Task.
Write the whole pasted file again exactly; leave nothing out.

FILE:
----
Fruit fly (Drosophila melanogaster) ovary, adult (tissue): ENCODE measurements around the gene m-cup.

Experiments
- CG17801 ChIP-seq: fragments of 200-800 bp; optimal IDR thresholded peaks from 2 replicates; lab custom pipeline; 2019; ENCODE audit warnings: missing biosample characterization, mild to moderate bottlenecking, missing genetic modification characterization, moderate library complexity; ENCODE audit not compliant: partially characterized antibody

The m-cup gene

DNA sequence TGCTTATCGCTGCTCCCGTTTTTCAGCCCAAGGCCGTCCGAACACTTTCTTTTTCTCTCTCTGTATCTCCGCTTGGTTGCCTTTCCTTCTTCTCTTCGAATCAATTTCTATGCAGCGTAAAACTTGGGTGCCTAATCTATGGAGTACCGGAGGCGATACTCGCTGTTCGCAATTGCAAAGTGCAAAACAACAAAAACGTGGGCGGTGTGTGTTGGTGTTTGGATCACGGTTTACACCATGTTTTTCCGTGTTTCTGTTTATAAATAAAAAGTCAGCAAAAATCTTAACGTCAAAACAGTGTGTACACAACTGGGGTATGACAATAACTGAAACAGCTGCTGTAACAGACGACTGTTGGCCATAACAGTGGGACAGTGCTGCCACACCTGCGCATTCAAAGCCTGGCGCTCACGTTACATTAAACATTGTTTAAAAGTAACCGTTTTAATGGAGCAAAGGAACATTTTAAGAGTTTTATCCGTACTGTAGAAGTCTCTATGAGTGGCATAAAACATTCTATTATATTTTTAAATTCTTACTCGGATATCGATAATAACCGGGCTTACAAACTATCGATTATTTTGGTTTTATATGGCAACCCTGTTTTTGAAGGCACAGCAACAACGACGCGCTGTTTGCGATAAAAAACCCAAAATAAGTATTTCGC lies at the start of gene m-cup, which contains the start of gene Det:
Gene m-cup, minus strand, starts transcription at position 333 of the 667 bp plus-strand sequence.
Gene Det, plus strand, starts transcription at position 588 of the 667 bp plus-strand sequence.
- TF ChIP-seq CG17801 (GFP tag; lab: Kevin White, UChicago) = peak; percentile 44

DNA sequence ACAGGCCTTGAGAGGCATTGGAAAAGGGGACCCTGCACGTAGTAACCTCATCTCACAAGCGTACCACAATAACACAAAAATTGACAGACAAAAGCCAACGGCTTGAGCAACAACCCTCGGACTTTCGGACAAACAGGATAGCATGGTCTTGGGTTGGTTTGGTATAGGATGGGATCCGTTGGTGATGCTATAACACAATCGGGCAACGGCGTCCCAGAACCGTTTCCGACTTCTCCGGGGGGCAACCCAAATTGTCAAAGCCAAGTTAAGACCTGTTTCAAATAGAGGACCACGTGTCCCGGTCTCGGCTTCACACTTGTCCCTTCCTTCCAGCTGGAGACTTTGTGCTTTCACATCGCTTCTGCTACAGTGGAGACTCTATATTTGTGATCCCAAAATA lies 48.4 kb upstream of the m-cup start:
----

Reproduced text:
Fruit fly (Drosophila melanogaster) ovary, adult (tissue): ENCODE measurements around the gene m-cup.

Experiments
- CG17801 ChIP-seq: fragments of 200-800 bp; optimal IDR thresholded peaks from 2 replicates; lab custom pipeline; 2019; ENCODE audit warnings: missing biosample characterization, mild to moderate bottlenecking, missing genetic modification characterization, moderate library complexity; ENCODE audit not compliant: partially characterized antibody

The m-cup gene

DNA sequence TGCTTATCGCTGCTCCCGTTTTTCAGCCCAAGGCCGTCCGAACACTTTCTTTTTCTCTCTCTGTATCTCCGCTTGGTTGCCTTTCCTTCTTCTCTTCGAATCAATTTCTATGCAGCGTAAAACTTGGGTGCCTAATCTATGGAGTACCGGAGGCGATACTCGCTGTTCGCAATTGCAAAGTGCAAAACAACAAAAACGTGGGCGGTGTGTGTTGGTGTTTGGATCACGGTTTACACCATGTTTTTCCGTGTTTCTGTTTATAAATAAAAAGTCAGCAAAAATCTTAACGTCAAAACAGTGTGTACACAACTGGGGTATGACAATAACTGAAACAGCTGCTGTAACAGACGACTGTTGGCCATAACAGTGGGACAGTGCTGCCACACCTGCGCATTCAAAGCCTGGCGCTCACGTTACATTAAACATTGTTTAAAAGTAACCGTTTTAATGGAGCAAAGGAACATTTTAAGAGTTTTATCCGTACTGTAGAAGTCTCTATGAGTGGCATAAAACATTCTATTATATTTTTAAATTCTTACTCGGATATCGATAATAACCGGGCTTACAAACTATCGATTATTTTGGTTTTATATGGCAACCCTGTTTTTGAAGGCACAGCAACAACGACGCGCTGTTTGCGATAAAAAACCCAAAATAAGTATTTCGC lies at the start of gene m-cup, which contains the start of gene Det:
Gene m-cup, minus strand, starts transcription at position 333 of the 667 bp plus-strand sequence.
Gene Det, plus strand, starts transcription at position 588 of the 667 bp plus-strand sequence.
- TF ChIP-seq CG17801 (GFP tag; lab: Kevin White, UChicago) = peak; percentile 44

DNA sequence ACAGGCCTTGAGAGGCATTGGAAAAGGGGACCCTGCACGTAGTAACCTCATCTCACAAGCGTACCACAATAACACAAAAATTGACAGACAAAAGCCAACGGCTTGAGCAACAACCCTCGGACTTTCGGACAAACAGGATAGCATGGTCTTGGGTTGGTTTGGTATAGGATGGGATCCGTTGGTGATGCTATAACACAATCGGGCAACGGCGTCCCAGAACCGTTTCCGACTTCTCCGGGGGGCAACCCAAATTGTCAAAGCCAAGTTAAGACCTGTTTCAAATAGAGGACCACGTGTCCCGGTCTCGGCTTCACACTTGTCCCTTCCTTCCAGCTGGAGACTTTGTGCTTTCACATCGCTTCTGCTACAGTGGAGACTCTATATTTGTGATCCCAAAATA lies 48.4 kb upstream of the m-cup start: